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Originally published August 20, 2013 at 8:03 PM | Page modified August 21, 2013 at 1:00 PM

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Tesla’s Model S aces federal crash tests

The National Highway Traffic Safety Administration confirmed Tuesday that Tesla’s Model S sedan received five-star ratings in every category set by the agency.

San Jose Mercury News

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Tesla Motors says its all-electric Model S sedan has received the highest crash- test ratings of any car ever tested by federal regulators. Not only that: Tesla says it was nearly impossible to roll the Model S over during the tests, and that a machine used to crush roofs in another test broke because the Model S is so strong.

Nathan Naylor, a spokesman for the National Highway Traffic Safety Administration (NHTSA), confirmed Tuesday that Tesla received a five-star rating but stressed that the federal agency does not rank autos against each other, leaving it unclear whether the NHTSA agrees with Tesla that the Model S received the highest crash- test ratings ever.

Naylor confirmed, however, that the Model S got five-star ratings in every category set by the safety agency.

The top safety ratings are a significant honor for the Palo Alto, Calif.-based company and its CEO, Elon Musk, who takes pride in the fact that there have been no reported Model S or Tesla Roadster occupant fatalities.

“Of all vehicles tested, including every major make and model approved for sale in the United States, the Model S set a new record for the lowest likelihood of injury to occupants,” Tesla said in a statement released late Monday. “While the Model S is a sedan, it also exceeded the safety score of all SUVs and minivans. This score takes into account the probability of injury from front, side, rear and rollover accidents.”

The NHTSA estimates that 34,080 people died in motor- vehicle traffic crashes in 2012, an increase of 5.3 percent from 2011.

Theo O’Neill, an analyst with Litchfield Hills Research, said a segment of the population will find the safety ratings a compelling reason to buy the Model S, which has a base price of about $70,000 before a federal subsidy.

“As a father, I find this will make it easier to convince my wife that we should buy one of these beauties,” O’Neill said.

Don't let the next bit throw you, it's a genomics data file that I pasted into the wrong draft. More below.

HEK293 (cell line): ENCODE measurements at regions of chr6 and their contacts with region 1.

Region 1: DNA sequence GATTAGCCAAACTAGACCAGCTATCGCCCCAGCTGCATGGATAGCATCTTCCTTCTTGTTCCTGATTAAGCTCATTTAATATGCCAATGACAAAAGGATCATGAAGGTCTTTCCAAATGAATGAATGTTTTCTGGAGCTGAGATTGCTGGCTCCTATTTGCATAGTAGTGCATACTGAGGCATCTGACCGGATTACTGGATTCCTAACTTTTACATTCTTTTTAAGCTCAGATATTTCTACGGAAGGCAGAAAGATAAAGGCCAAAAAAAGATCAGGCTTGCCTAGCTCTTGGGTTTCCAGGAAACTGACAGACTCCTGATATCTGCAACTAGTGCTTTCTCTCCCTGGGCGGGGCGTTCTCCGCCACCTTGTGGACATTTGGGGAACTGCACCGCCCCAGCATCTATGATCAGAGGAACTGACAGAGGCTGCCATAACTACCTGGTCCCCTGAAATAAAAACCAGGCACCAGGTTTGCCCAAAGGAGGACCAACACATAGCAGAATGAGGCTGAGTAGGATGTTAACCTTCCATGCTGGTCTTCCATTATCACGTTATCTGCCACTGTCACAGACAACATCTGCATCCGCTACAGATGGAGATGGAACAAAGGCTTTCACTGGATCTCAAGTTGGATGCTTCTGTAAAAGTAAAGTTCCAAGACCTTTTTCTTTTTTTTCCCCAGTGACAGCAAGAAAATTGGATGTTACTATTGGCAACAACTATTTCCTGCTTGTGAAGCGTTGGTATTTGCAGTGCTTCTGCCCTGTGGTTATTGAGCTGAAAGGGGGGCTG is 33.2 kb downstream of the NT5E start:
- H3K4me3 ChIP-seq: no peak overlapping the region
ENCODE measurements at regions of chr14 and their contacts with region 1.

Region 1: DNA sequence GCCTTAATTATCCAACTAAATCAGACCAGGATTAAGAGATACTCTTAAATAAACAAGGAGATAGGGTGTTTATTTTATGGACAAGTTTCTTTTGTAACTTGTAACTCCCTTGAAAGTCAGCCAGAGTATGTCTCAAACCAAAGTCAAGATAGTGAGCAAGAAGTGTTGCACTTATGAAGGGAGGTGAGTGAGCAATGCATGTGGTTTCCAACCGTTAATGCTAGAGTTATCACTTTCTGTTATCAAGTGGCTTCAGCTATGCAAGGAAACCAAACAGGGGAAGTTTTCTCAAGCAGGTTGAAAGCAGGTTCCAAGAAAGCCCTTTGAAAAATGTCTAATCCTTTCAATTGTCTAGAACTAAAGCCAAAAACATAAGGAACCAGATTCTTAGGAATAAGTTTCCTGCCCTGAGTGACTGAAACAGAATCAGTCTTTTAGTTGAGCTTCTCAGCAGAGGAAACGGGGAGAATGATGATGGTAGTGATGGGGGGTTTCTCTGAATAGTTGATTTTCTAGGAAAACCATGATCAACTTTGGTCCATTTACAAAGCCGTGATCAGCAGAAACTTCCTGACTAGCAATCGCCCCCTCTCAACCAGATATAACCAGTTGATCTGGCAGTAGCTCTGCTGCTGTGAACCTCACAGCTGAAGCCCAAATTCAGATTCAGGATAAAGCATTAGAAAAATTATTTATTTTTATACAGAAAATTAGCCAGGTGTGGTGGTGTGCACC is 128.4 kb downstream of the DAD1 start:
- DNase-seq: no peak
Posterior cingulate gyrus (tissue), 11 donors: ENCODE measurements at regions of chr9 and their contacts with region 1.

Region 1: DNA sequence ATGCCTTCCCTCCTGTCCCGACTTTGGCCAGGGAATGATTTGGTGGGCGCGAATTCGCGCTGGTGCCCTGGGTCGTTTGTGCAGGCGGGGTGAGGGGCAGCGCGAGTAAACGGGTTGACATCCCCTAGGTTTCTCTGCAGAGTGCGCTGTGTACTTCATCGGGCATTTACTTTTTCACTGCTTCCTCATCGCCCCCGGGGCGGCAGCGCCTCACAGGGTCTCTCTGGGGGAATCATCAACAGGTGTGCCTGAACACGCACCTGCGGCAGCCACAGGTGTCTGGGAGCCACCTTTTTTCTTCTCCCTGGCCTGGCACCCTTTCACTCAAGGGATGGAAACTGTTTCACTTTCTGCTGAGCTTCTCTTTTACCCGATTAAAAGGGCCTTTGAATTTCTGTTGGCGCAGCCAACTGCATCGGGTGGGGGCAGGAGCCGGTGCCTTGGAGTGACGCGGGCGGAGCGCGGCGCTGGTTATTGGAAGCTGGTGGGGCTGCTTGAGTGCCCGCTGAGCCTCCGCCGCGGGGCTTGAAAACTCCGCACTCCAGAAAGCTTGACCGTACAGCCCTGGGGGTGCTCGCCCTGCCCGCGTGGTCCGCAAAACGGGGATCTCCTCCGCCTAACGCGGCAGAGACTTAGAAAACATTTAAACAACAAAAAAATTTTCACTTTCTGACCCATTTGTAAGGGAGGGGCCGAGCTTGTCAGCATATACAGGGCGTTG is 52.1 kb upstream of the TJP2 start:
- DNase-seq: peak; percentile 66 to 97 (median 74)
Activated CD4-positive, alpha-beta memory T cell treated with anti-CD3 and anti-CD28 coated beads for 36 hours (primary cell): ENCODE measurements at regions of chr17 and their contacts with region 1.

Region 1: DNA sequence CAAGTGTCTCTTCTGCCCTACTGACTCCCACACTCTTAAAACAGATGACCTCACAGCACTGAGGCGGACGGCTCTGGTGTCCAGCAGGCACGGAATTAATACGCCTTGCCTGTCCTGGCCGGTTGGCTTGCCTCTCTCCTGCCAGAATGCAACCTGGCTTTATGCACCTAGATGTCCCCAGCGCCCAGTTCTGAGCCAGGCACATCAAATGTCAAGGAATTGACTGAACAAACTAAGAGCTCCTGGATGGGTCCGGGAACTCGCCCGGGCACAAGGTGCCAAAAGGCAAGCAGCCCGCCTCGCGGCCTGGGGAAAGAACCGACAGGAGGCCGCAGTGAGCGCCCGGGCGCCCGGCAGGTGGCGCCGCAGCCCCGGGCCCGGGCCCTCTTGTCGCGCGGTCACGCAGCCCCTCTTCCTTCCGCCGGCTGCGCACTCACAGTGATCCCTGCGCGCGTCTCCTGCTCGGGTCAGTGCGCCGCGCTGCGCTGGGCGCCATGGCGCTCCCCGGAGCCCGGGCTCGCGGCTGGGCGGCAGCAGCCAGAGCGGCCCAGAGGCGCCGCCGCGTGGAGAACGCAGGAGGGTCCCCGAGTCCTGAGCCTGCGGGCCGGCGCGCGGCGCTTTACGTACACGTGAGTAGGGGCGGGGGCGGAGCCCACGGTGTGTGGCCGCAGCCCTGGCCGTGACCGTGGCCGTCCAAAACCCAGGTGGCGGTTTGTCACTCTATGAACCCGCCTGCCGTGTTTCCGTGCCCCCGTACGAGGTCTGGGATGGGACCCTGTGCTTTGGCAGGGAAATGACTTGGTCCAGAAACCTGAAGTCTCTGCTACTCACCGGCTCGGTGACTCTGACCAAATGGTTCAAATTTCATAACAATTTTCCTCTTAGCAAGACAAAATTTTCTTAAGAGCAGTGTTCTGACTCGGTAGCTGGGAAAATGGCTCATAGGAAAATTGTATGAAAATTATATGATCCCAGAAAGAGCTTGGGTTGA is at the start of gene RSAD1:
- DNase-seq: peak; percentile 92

One reason Tesla offered for the high safety ratings of the Model S is that its front end contains a storage space it calls a “frunk” rather than a gasoline engine, creating a longer “crumple zone” to absorb the impact of any high-speed crash. Also, if Model S owners order a third-row seat for children, Tesla installs a double bumper to protect against any rear crashes.

During testing by the NHTSA, the Model S “refused to turn over via the normal methods,” Tesla said, because of the car’s very low center of gravity. And during a roof crush-protection test, it said, the testing machine failed rather than the roof.

“During validation of Model S roof crush protection at an independent commercial facility, the testing machine failed at just above 4 gs,” Tesla said. “While the exact number is uncertain due to the Model S breaking the testing machine, what this means is that at least four additional fully loaded Model S vehicles could be placed on top of an owner’s car without the roof caving in.”

The safety test news sent Tesla’s stock up 3.2 percent to $149.58 in Tuesday’s trading. The company’s shares have increased more than fourfold so far this year.

Karl Brauer, a senior analyst at Kelley Blue Book, said Tesla continues to impress.

“The Model S isn’t just about cutting-edge drivetrain technology or sleek styling or capable performance or premium interior features or unrivaled occupant safety,” said Brauer. “It’s all of those things in one compelling design package.”

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